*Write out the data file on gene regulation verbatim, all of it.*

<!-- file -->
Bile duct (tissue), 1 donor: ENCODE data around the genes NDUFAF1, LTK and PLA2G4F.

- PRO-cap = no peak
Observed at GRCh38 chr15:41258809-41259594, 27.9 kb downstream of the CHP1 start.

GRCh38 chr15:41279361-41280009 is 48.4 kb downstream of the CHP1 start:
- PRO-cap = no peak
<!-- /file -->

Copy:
Bile duct (tissue), 1 donor: ENCODE data around the genes NDUFAF1, LTK and PLA2G4F.

- PRO-cap = no peak
Observed at GRCh38 chr15:41258809-41259594, 27.9 kb downstream of the CHP1 start.

GRCh38 chr15:41279361-41280009 is 48.4 kb downstream of the CHP1 start:
- PRO-cap = no peak